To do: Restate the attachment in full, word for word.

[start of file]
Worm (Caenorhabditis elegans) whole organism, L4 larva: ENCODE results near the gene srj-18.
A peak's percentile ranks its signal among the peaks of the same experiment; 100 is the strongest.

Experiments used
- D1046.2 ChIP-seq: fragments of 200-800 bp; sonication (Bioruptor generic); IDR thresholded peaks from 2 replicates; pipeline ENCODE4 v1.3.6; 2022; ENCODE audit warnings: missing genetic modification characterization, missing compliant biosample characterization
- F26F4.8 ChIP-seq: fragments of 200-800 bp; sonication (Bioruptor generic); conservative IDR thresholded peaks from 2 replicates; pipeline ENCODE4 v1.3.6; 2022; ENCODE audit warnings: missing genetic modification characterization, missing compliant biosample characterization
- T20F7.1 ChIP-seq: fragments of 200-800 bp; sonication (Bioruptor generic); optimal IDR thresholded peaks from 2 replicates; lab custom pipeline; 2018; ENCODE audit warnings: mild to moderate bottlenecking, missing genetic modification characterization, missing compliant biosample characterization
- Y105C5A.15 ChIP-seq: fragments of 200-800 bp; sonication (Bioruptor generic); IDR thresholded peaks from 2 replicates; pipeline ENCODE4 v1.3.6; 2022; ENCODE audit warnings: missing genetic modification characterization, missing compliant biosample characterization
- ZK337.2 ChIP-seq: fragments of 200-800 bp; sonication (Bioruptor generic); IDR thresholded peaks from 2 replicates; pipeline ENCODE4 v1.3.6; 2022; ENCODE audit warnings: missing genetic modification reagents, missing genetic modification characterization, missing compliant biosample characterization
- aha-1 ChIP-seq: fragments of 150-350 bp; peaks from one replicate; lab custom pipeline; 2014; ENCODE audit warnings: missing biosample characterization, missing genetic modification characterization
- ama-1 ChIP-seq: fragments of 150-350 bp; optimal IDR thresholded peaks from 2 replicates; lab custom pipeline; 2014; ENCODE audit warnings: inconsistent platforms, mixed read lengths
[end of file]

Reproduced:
Worm (Caenorhabditis elegans) whole organism, L4 larva: ENCODE results near the gene srj-18.
A peak's percentile ranks its signal among the peaks of the same experiment; 100 is the strongest.

Experiments used
- D1046.2 ChIP-seq: fragments of 200-800 bp; sonication (Bioruptor generic); IDR thresholded peaks from 2 replicates; pipeline ENCODE4 v1.3.6; 2022; ENCODE audit warnings: missing genetic modification characterization, missing compliant biosample characterization
- F26F4.8 ChIP-seq: fragments of 200-800 bp; sonication (Bioruptor generic); conservative IDR thresholded peaks from 2 replicates; pipeline ENCODE4 v1.3.6; 2022; ENCODE audit warnings: missing genetic modification characterization, missing compliant biosample characterization
- T20F7.1 ChIP-seq: fragments of 200-800 bp; sonication (Bioruptor generic); optimal IDR thresholded peaks from 2 replicates; lab custom pipeline; 2018; ENCODE audit warnings: mild to moderate bottlenecking, missing genetic modification characterization, missing compliant biosample characterization
- Y105C5A.15 ChIP-seq: fragments of 200-800 bp; sonication (Bioruptor generic); IDR thresholded peaks from 2 replicates; pipeline ENCODE4 v1.3.6; 2022; ENCODE audit warnings: missing genetic modification characterization, missing compliant biosample characterization
- ZK337.2 ChIP-seq: fragments of 200-800 bp; sonication (Bioruptor generic); IDR thresholded peaks from 2 replicates; pipeline ENCODE4 v1.3.6; 2022; ENCODE audit warnings: missing genetic modification reagents, missing genetic modification characterization, missing compliant biosample characterization
- aha-1 ChIP-seq: fragments of 150-350 bp; peaks from one replicate; lab custom pipeline; 2014; ENCODE audit warnings: missing biosample characterization, missing genetic modification characterization
- ama-1 ChIP-seq: fragments of 150-350 bp; optimal IDR thresholded peaks from 2 replicates; lab custom pipeline; 2014; ENCODE audit warnings: inconsistent platforms, mixed read lengths